Filters can be applied to reporting views inside Google Analytics to include a subset of data (for  example, only include data for particular parts of the website) or exclude a subset of data (for  example, excluding your own sessions on the website) or to transform the data (for example,to  modify the reported page path to include the host name). 

Goals are used to track desired actions on your website. For example,subscribing to your email  newsletter, submitting an inquiry or registering as a member. Goals can be configured inside  Google Analytics and can be based on people traveling to a particular page (or pages), triggering an event, sessions of a certain duration or viewing a certain number of pages.

Google Ads   
Google’s paid advertising platform,allowing you to display ads to people searching on Google,  third-party search sites (Google Search Partners) and browsing websites and using mobile apps  (Google Display Network). Check out our accompanying Google AdWordsGlossary as a reference  for your paid campaigns. 

Google Tag Manager   
A system for managing the deployment of tracking and other tags on your website. Google Tag  Manager allows tags to be tested on your website before being deployed live and is designed to  reduce the dependence on IT for managing tracking tags.   

Is the way data is sent to Google Analytics before it’s processed into your reports. The most  common type of hit occurs when a page is viewed on your website. Hits are also sent to Google  Analytics for other types of interactions, including events. 

You can view your audience’s areas of interest by enabling ‘Advertising Features’ (navigate to  ‘Admin’, then ‘Tracking Info’ and selecting ‘Data Collection’). The categories within the Interests  reports align to the Interest targeting options available in Google Ads.   

Google Analytics provide details about the keywords people use to find your website. The organic  keywords report shows you the terms people used to find your website when clicking on a free  result from a search engine.A lot of organic keyword traffic is shown as ‘not provided’ which  means that the individual keyword was hidden by the search engine (see also not provided). The  paid keywords report shows you keywords from linked Google AdWords accounts and campaign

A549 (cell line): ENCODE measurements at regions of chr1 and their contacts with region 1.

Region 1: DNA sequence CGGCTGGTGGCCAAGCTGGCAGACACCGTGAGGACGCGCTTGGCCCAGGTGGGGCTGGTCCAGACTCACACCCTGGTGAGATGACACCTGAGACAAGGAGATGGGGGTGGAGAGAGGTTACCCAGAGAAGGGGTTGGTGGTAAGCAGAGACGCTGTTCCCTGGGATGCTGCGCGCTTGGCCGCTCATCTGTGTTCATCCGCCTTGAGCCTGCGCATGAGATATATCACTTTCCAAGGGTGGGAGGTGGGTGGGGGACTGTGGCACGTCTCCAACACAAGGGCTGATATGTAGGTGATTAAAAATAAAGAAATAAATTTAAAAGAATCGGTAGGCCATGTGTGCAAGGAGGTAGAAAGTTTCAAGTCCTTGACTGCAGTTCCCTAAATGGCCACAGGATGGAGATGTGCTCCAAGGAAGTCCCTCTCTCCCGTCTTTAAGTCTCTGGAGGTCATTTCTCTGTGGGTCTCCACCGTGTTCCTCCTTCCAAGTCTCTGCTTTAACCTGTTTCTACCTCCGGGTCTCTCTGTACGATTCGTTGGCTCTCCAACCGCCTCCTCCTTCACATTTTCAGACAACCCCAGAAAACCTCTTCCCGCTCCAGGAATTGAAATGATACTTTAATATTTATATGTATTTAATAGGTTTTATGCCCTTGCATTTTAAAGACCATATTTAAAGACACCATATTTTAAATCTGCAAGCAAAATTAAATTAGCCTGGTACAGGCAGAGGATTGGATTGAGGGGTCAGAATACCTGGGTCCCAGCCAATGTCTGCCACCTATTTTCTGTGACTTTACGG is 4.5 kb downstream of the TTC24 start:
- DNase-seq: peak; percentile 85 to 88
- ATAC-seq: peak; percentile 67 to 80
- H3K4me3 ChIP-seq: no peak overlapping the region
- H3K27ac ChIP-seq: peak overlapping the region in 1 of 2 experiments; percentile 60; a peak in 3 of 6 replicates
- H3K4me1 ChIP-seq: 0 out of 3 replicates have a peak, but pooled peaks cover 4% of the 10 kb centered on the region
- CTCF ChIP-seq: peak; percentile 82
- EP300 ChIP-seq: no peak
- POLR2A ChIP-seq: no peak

The part of your website’s URL that identifies where the Google Analytics tracking code was  loaded. For example, if someone viewed then Google Analytics  would report as the hostname. Viewing the hostnames in GoogleAnalytics  can be especially useful if you’ve installed the tracking code on multiple domains (or subdomains).   

Landing Page   
The landing page is the first page viewed during a session, or in other words, the entrance page. It  can be useful to review your landing pages to understand the most popular pages people view as they navigate to your website. This can be used to identify potential opportunities to  cross-promote or feature other content from your website. See also entrance. 

Medium is one of the four main dimensions (along with source, campaign and channel) for  reporting and analyzing how people found your website.Medium tells you how the message was  communicated. For example, ‘organic’for free search traffic, ‘CPC’ for cost-per-click and ‘referral’ for inbound links from other websites.   

One of two types of data that Google Analytics collects, a metric is typically a number, like a count  or a percentage. Metrics are typically presented as columns of data within your reports. Examples  of metrics include page-views, which tells you the total number of pages that were viewed and  users which tell you how many people viewed your website. See also dimension.   

New User  
People that visit your website for the first time in the selected date range. Since users are based  on the Google Analytics tracking code and browser cookies, it’s important to highlight that people  who cleared their cookies or access your website using a different device will be reported as a new  user. See also user. 

Organic refers to people clicking on a free link from a search results page. For example, people  clicking through to your website from a free result on a Google search results page.   

The page shows the part of the URL after your domain name (path) when someone has viewed  content on your website. For example, if someone views then  /contact will be reported as the page inside the Behavior reports.   

Page Value  
Allows you to understand the impact of your website’s pages in driving value based on  eCommerce transactions and goal conversions (where a goal value has been set). Each page that  led to a conversion shares the value that was generated by the conversion.   

Pages Per Session   
A top-level metric for user engagement showing the average number of page-views in each  session.   

A pageview is reported when a page has been viewed by a user on your website. In the Google  Analytics pages report, by default, your pages are ordered by popularity based on pageviews. This  allows you to see which content is being viewed most often.